Measles, Vermont, and Informed Consent, by Jennifer Stella (VACCINE CHOICE)

Originally posted on Second Vermont Republic:

To our Dear Honorable Governor Shumlin,
The statewide members of our coalition want to express deep appreciation for your support in maintaining the delicate and critical balance between public health initiatives and individual rights. Since 1979, Vermont has honored this important balance by offering conscientious and religious exemption to parents. This was confirmed by the legislature in 2012 in the 133-6 House vote. 
images-1Mr. Governor, even the American Medical Association provides for religious and philosophic objections to its member doctors*. It is our most sincere hope that there will never come a time when the State feels it must compel mandatory vaccination without conscientious exemption on its citizens. Is mandatory vaccination the answer to measles? We think not, and concur with this pediatrician:
Measles. It used to be just a disease. Now it’s become a banner under which politicians gather to threaten one of our most sacred rights – the right to give informed consent…

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Results Based Accountability Report Released

Originally posted on Flow:

20150219RBACoverWe are pleased to announce the release of our first Results Based Accountability (RBA) report!

The Vermont Department of Environmental Conservation (VTDEC) launched an effort this year to improve how we track and measure performance using RBA. RBA is a framework used to measure how well an agency department, division, or program is performing. RBA looks to answer three primary questions: (1) How much did we do? (2) How well did we do it? (3) Is anyone better off?

The Watershed Management Division’s (WSMD’s) performance measures are organized based on our efforts to: protect, maintain, enhance, and restore Vermont’s surface waters; directly correlating to our mission. Seven performance measures focus on Division level efforts and four highlight efforts at the program level. Our Division Report can be found online here:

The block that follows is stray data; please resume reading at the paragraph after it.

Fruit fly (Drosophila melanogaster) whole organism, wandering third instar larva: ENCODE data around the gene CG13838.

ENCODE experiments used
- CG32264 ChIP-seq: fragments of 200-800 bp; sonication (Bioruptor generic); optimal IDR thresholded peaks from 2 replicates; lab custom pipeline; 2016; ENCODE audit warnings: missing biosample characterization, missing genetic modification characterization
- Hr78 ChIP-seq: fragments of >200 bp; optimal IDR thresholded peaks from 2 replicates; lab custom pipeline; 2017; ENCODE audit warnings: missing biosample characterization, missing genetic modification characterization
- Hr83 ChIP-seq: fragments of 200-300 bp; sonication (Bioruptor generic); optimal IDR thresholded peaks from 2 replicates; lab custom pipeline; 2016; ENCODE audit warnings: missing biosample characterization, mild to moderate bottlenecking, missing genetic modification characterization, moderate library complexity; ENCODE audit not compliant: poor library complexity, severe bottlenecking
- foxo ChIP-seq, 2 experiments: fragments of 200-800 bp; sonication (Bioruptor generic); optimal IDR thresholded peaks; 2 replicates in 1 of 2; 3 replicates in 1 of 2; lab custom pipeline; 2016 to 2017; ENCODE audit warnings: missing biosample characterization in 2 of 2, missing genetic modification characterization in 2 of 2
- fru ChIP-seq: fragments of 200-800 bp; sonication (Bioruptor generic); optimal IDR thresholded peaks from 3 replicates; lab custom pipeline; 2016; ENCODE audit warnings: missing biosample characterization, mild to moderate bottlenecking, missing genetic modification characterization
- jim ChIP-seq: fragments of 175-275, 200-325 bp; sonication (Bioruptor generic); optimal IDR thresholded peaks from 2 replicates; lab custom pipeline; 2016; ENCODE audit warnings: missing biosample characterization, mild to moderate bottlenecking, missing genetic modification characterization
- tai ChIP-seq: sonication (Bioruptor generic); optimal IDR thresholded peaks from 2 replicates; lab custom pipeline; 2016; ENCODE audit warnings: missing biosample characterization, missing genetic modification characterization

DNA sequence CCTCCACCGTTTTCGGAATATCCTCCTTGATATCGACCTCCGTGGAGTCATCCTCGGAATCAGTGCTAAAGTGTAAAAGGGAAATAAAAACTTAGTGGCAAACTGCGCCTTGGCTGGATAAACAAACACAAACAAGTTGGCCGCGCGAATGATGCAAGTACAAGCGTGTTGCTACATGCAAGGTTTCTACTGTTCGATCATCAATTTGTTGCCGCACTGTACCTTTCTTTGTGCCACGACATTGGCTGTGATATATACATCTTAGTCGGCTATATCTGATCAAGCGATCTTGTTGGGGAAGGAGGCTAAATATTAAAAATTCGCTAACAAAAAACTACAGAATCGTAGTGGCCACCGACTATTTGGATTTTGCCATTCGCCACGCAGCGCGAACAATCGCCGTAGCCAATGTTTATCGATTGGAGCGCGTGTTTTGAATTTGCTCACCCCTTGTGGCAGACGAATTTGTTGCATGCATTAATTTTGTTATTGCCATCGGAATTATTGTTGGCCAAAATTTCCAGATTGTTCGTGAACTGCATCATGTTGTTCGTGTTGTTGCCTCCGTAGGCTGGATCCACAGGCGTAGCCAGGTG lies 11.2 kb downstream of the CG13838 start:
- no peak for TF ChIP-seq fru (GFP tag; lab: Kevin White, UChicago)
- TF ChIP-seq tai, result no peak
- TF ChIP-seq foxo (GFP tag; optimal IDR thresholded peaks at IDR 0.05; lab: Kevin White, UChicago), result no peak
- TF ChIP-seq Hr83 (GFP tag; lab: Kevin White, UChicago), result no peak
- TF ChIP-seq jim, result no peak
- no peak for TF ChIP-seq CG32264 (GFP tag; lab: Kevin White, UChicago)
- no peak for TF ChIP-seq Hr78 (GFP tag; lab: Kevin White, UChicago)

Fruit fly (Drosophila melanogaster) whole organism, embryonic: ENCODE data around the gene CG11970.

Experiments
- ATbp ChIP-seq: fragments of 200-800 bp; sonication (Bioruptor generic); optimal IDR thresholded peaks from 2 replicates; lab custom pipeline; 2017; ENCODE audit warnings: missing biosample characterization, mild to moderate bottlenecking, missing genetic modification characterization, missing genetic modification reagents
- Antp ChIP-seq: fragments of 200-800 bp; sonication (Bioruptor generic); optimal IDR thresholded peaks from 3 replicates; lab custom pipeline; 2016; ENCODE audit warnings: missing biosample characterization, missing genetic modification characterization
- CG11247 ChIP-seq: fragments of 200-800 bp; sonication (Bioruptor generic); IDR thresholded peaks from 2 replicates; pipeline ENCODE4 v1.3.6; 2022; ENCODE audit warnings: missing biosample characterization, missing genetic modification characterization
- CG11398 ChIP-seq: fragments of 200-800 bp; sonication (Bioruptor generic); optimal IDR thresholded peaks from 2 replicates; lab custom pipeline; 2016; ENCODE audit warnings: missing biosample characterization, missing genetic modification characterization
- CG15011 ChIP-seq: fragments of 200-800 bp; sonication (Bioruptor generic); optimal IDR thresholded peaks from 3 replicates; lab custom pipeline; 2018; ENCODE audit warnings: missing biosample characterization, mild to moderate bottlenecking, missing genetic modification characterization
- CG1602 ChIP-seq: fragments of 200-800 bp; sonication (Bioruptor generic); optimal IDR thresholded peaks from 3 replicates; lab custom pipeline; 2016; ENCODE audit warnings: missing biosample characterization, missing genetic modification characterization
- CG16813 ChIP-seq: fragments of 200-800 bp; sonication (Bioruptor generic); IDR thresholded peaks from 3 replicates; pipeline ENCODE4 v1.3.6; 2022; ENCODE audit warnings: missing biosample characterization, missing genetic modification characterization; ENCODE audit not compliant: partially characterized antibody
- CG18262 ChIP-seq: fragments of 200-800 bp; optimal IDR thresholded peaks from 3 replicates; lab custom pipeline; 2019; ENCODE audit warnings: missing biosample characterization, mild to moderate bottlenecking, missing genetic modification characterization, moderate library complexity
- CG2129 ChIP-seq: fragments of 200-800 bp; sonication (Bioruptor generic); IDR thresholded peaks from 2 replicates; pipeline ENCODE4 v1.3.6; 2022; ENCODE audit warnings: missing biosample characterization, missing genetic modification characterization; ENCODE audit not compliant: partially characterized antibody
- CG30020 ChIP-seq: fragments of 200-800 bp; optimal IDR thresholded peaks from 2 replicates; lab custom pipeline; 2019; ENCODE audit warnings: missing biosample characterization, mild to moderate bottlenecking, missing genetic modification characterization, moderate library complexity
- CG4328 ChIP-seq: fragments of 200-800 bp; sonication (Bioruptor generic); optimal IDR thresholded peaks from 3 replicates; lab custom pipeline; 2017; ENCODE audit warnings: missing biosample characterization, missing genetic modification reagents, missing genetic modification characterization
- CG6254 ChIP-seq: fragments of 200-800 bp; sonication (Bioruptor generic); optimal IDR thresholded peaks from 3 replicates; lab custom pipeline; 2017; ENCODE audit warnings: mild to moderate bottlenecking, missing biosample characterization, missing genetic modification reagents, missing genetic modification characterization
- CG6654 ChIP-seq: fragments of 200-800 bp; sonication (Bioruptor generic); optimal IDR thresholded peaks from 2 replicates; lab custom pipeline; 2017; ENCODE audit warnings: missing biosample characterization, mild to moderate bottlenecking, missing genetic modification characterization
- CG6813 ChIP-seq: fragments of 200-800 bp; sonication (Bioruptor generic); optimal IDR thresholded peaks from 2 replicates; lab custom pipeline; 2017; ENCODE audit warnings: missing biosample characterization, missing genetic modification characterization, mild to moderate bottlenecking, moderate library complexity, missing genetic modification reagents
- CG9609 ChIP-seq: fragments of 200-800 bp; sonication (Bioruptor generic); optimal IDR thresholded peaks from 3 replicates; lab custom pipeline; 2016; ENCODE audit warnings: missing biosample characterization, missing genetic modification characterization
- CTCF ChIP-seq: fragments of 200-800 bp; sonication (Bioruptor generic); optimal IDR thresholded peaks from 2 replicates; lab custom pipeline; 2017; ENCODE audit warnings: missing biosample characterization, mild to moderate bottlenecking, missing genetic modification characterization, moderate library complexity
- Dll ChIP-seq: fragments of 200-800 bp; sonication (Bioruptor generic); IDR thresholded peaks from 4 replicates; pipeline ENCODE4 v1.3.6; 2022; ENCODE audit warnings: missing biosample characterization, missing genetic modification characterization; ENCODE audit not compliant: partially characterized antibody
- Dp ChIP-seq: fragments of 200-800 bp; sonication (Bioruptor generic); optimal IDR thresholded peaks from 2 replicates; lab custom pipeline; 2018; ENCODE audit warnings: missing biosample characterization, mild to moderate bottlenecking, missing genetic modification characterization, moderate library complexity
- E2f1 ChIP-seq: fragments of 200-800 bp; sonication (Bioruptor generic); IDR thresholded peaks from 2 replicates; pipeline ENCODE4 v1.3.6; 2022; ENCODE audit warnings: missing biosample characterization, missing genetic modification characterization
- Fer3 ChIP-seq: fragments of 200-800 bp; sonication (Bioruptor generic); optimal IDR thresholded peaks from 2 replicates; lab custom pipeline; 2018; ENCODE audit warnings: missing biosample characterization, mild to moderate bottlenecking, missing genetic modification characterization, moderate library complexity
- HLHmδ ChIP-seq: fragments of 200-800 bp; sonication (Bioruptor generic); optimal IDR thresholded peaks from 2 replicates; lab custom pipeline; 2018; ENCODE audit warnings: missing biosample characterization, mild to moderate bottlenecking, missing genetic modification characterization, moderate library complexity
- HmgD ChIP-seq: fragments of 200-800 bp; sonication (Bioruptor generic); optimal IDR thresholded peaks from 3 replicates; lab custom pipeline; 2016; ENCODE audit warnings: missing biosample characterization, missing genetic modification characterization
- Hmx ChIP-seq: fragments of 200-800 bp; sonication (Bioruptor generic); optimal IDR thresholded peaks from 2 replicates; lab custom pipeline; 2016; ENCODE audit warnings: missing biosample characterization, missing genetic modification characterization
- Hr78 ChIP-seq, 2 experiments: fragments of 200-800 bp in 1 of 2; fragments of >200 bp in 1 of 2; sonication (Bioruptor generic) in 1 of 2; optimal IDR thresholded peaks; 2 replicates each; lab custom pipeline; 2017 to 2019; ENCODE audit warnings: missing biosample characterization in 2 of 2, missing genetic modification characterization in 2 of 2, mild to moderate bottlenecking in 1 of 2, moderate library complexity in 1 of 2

Performance measures were compiled from each Division and organized at the Department level by the categories of: water, air…

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Vermont Gets Real About Local Food, by Rachel Carter (FARM-TO-PLATE)

Originally posted on Second Vermont Republic:

Local food movements are trending across the country. For some, it’s the next “in” thing to do, but for many Vermonters, supporting local agriculture has been a way of life long before it was trendy.

So where does the term “food system” fit in when talking about local food? Everyone from academics to government officials are referring more to food systems when discussing sustainable agriculture, the future of farms, how to feed our growing population, and food equity challenges.

2VR-Food System DiagramAlso referred to geographically as a food shed, the food system includes all components of how food is produced and distributed—everything from farm viability and labor costs to consumer demand and food access to education and energy.

Our current food system is out of balance. We are far too reliant on food grown and distributed outside of our region and decisions made outside of our control. Even in locally conscious Vermont…

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Green is the new “Gray”

Green is the new “Gray”

Originally posted on Flow:

Hinesburg replaces old stormwater system with a Bioretention System to Improve Water Quality in the LaPlatte River

Completed Upper Treatment Cell Completed Upper Treatment Cell